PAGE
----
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How does an IVF cycle work? holisticher

How does an IVF cycle work?

In Vitro Fertilization, or IVF, was first introduced to the world in 1978.  Since then, millions of IVF babies have been born across the globe.
IVF itself is the process of removing eggs from the body, fertilizing eggs with sperm in a laboratory to form embryos, growing embryos in the laboratory for several days, and then transferring an embryo(s)back into the uterus.   
In case you’ve ever wondered how this all actually works, we’ve summarized the process for you here step by step.
How does an IVF cycle work? holisticher

1) First day of your period 

The first day of your menstrual cycle starts the beginning of an IVF cycle.  If you’re commencing treatment, you’ll want to contact your fertility specialist to let them know that you’ve started bleeding.

2) Ovarian stimulation 

Women will normally release/ovulate one egg per cycle.  With IVF, you will be prescribed medications to stimulate the ovaries to develop more than one egg. The medications are usually in the form of injections that are given daily for usually around 10 days starting with your period. 

Over the course of those 10 days, you should be visiting your doctor every few days so that they can monitor how you are responding to the hormones. The monitoring is usually done with vaginal ultrasounds and blood tests.  

When the ovaries are ready and several eggs have hopefully developed, you will use a different injection to “trigger” your ovulation.  Right before you are about to ovulate, your fertility specialist will call you back in to do the egg retrieval. 

3) Egg retrieval 

An egg retrieval is the process of removing the eggs from your body. This is done using a long thin needle that goes through the top of the vagina and into the ovary.  Often you are asleep under anaesthesia, or are sedated, so that you should feel as little discomfort as possible. The whole procedure usually takes less than 20 minutes.  After the procedure, you will recover at the doctor’s clinic for a short while and then go home to rest for the day.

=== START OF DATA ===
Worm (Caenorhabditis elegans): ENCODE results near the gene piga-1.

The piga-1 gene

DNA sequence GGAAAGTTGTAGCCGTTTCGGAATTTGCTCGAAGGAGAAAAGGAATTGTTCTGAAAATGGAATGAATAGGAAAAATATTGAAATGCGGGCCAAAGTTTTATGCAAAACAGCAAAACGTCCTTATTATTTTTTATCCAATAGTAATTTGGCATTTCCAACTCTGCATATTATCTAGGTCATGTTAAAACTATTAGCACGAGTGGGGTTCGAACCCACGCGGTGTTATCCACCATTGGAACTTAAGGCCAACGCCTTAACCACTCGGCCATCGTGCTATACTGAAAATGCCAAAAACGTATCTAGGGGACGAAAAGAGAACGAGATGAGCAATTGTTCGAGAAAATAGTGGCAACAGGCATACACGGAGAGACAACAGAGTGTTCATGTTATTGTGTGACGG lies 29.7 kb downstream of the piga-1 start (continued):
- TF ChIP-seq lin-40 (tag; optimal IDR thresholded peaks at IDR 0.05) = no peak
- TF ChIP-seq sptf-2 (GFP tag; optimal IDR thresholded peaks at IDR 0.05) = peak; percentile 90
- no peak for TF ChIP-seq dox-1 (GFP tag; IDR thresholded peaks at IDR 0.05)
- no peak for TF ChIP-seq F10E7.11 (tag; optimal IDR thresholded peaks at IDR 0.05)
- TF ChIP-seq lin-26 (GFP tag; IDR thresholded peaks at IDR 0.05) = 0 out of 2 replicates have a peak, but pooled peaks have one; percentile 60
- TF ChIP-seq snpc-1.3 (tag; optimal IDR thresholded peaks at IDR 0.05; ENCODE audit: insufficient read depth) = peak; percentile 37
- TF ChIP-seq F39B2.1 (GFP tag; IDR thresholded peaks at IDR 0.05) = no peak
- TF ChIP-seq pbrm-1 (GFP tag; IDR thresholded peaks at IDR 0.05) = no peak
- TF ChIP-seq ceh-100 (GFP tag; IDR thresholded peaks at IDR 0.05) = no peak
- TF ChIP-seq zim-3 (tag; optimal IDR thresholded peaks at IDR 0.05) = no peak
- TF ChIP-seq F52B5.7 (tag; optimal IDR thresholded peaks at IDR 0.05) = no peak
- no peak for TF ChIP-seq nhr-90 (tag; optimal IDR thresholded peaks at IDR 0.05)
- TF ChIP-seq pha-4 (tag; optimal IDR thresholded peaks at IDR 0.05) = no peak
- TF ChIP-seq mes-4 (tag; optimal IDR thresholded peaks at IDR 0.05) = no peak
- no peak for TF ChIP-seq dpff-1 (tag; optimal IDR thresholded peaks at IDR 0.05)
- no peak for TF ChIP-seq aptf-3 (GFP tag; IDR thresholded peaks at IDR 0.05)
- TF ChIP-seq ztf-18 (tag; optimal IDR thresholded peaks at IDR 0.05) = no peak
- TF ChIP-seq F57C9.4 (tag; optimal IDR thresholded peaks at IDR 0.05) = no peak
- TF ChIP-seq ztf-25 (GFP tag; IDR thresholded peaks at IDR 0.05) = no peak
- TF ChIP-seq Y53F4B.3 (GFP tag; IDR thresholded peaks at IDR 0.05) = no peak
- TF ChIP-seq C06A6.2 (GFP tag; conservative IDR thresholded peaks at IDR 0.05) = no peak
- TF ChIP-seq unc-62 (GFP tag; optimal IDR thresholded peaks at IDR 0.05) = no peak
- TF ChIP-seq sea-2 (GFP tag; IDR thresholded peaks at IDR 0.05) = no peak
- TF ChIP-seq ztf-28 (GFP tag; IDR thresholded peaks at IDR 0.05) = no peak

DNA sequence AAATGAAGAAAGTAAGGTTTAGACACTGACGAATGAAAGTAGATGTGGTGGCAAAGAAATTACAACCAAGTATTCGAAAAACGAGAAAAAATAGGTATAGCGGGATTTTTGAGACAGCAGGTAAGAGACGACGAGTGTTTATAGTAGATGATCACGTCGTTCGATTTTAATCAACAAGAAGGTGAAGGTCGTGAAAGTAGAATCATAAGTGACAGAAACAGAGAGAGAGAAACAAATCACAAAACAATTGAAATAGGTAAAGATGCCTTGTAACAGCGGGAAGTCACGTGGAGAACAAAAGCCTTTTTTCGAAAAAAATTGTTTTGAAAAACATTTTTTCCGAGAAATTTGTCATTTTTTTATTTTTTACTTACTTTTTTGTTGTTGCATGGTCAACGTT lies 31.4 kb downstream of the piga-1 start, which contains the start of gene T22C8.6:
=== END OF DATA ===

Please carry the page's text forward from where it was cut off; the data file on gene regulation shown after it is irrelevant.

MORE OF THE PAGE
4) Fertilization 

The eggs are mixed with sperm in the laboratory. This mixing can be done by natural fertilization, where a droplet containing thousands of sperm are placed with the egg overnight or it can be done by ICSI (Intracytoplasmic Sperm Injection).  ICSI is when a single best sperm is injected directly into the egg.   

5) Growing Embryos 

A fertilized egg is called an embryo.  These embryos are watched and nurtured as they grow in the laboratory for 5-6 days.  They are placed in a special incubator with a mix of amino acids that mimic the way your body would nurture the embryo.  An embryo grows from a fertilized egg to a 2 cell embryo to a 4 cell to a 6 and 8 cell embryo to a morula (where the cells start to compact together) to a day 5 embryo called a blastocyst. 

Once, and if, it has reached blastocyst stage, the embryo can to be placed into the uterus to achieve a pregnancy.     

Unfortunately, not all eggs can be fertilized or will be fertilized by sperm.  Even if the eggs can be fertilized, not all will grow and reach the blastocyst stage. 

A certain number of eggs and embryos are expected to be lost, which is why the ovaries are stimulated at the start to develop multiple eggs.  

6) Embryo transfer 

The embryo transfer is a very simple process.  The embryo is placed in a small tube called a catheter and the catheter is passed through your cervix and into your uterus where the embryo is gently placed.  This is done while monitoring with an ultrasound and is painless. 

Some patients choose to test the embryos to make sure they have the right number of chromosomes before transferring them back into the uterus.  Most chromosomally abnormal embryos will not lead to a pregnancy but if it does, almost all will miscarry. Other patients choose to skip the testing.   

7) Pregnancy Test 

Approximately nine days after your embryo transfer you will usually visit your specialist for a pregnancy blood test.  This test will measure the levels of the hormone hCG (human chorionic gonadotropin) in your blood. If some hCG is detected in your bloodstream, it means you have a positive pregnancy test and that it’s hopefully time to celebrate.

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